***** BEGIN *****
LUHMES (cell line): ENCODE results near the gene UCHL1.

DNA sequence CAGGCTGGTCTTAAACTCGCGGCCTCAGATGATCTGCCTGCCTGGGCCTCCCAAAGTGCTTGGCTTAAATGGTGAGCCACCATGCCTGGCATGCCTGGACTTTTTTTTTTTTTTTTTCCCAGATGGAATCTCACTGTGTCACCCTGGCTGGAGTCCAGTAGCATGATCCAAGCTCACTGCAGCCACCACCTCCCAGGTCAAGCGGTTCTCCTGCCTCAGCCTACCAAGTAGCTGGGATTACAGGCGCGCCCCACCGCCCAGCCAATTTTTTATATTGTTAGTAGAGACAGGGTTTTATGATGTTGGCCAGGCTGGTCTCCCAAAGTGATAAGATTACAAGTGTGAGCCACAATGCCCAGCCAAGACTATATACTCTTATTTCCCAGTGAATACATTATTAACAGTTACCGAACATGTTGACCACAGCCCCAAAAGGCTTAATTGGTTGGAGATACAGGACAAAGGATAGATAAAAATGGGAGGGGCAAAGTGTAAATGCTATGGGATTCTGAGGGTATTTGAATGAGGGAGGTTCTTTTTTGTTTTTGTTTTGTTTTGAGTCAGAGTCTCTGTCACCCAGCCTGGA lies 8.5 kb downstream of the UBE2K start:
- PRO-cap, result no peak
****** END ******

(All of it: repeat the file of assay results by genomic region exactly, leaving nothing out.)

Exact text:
LUHMES (cell line): ENCODE results near the gene UCHL1.

DNA sequence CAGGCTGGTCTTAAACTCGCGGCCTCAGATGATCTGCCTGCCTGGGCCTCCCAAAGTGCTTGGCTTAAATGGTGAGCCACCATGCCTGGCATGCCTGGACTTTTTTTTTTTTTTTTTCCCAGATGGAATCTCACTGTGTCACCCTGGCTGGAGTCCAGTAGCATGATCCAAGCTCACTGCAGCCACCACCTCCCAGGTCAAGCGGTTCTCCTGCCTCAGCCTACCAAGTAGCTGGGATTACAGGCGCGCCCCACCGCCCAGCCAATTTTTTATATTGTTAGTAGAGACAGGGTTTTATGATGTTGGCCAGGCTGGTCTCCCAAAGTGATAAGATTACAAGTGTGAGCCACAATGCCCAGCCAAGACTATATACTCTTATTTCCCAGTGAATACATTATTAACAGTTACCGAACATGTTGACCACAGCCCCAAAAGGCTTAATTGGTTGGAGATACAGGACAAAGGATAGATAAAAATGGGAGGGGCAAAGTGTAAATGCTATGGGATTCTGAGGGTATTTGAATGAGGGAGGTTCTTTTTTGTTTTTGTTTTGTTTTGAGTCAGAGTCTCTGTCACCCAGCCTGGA lies 8.5 kb downstream of the UBE2K start:
- PRO-cap, result no peak